Apple events are now the epitome of dullness

I hope that Macbook can fly, Steve
I hope that Macbook can fly, Steve

A truckload of journalists being carted to a tiny room in London means only one thing: something big is going to be announced.

And that's precisely what Apple did at the 'It's only rock and roll' event, but the room full of journos and analysts and countless Apple 'guests' wasn't treated to the presence of Steve Jobs talking through a game changing product - it was a live feed of him showing off the new shinier Apple iPod nano.

Yes, it's got a very important video camera, it's got an FM radio. Yes, Lord Jobs also told us about some tweaks to iTunes and incremental updates to the iPod touch and the Classic. Forgive me if I don't break out the party poppers.

But it's not Jobs' fault!

I've covered countless Apple events over the years, and each time I've defended the company when people ask me why I bother to live blog a presentation from Jobs and nobody else.

I say Apple is the victim of its own success, the sheer desirability of its products is so high that the mere thought of a new one is enough to send the media into a frenzy, and Apple isn't going to stop it.

But the recent 'rock and roll' event has made me realise: Apple isn't passive, it's aggressively milking the media teat, which is all well and good when you release something as game changing as the iPhone.

Don't tell me Apple couldn't quell the hype a little bit by a) not announcing the event miles in advance and b) not simulcast it around the world to locations packed with journalists.

The company that has made an art out of turning a launch of slightly dull products into something that seems exciting is now losing its touch, and that's because it doesn't have any exciting products to launch.

Of course, it makes sense. "Why wouldn't a company take such advantage of free publicity?" you ask. It's a good point, and one countless other brands would kill for. But the problem is Apple is pushing things a little bit too far now.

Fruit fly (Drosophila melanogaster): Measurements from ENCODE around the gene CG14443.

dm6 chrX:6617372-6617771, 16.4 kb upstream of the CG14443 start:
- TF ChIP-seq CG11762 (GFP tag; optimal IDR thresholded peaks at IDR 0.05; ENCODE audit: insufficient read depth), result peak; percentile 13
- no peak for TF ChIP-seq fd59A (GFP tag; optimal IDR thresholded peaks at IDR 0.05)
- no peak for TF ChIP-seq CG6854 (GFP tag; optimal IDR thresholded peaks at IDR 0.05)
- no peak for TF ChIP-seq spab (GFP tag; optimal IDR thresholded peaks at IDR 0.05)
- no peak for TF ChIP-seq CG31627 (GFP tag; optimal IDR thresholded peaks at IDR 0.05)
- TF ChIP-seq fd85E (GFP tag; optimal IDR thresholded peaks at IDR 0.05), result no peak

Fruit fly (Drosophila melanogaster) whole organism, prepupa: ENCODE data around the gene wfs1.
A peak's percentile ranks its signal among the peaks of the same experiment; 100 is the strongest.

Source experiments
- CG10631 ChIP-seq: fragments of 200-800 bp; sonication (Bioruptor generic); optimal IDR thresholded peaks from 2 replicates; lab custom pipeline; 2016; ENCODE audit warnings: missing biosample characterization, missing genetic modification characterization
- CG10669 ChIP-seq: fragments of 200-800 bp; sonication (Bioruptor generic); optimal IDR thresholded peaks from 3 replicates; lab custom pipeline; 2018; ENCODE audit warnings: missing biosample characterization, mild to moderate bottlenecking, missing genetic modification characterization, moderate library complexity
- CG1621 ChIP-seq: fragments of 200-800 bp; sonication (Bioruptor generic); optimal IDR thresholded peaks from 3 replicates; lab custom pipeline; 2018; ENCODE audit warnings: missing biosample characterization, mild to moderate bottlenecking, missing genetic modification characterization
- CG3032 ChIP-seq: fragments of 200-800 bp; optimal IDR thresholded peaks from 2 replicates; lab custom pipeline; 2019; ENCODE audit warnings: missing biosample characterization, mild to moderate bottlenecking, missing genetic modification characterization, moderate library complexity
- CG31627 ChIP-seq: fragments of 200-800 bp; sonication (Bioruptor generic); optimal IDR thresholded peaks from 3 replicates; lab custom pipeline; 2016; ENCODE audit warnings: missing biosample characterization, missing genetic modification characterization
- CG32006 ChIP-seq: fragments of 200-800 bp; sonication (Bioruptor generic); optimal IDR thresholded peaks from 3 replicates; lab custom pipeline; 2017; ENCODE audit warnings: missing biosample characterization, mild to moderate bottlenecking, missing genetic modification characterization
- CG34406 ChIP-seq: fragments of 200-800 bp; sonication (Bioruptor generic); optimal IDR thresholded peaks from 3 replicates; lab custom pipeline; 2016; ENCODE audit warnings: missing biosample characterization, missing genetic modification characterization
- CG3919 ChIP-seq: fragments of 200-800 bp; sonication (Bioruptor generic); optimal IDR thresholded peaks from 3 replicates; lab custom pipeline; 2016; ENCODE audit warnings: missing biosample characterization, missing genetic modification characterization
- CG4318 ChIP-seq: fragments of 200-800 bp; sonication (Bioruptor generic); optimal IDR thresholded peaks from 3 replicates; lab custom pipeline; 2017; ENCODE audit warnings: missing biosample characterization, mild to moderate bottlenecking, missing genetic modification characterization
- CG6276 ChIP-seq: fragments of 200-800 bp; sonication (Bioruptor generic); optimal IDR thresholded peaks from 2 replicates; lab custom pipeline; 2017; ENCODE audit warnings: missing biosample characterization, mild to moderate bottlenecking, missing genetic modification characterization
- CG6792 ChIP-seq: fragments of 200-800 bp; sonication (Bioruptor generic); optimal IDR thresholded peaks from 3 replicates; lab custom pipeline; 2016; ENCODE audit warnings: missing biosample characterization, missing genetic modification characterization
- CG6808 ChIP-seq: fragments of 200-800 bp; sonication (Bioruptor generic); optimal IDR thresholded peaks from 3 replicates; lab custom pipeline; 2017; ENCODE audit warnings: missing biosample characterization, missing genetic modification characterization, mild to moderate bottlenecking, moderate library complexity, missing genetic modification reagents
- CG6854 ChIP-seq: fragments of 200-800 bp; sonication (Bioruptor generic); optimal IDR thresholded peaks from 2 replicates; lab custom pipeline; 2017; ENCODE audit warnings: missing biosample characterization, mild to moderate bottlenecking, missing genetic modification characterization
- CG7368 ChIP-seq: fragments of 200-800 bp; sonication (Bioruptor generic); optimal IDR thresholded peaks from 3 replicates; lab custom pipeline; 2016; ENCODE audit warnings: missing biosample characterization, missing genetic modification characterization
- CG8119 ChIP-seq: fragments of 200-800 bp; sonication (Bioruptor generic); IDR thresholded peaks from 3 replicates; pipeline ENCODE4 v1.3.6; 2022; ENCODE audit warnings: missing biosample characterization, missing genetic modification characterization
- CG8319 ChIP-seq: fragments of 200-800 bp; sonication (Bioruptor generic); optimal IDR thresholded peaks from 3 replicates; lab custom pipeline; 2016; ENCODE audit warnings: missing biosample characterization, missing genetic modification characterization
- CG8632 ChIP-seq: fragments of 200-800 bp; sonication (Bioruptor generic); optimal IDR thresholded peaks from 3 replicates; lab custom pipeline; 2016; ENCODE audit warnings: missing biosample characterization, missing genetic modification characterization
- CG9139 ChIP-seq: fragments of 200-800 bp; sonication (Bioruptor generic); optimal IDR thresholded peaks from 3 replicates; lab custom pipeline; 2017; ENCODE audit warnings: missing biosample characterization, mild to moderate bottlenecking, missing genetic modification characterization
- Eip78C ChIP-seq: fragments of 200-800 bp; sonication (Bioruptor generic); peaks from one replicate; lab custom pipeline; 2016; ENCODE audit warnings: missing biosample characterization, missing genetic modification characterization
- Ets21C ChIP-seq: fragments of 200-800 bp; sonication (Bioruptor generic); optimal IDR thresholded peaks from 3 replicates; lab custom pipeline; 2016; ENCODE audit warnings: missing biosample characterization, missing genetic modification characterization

Not worth the effort

People will start to take a step back and realise that a night spent toiling away at the PC hasn't been worth it to bring news of a small PMP with a slightly useless video camera in it.

Unveil the iTablet - we're excited. Unveil a new LP version of iTunes - we're not. So it makes sense that a leak about a possible large touch device leaks out to change the minds of journalists who had decided not to bother coming.

There will always be those that lap up whatever morsel of new product Apple throws at them. There will always be sites that run previews and follow-ups to Apple events (us included).

But that doesn't mean there won't be some of us that are getting bored of 'one more thing' being a massive, massive anti-climax.

Apple needs to save the razzmatazz, and the wheeling out of Steve Jobs, for the big events, or its events will be simply a room of 15 hardcore fans huddled around a laptop whooping about new colours being added to the iPod touch range.

Gareth Beavis
Formerly Global Editor in Chief

Gareth has been part of the consumer technology world in a career spanning three decades. He started life as a staff writer on the fledgling TechRadar, and has grown with the site (primarily as phones, tablets and wearables editor) until becoming Global Editor in Chief in 2018. Gareth has written over 4,000 articles for TechRadar, has contributed expert insight to a number of other publications, chaired panels on zeitgeist technologies, presented at the Gadget Show Live as well as representing the brand on TV and radio for multiple channels including Sky, BBC, ITV and Al-Jazeera. Passionate about fitness, he can bore anyone rigid about stress management, sleep tracking, heart rate variance as well as bemoaning something about the latest iPhone, Galaxy or OLED TV.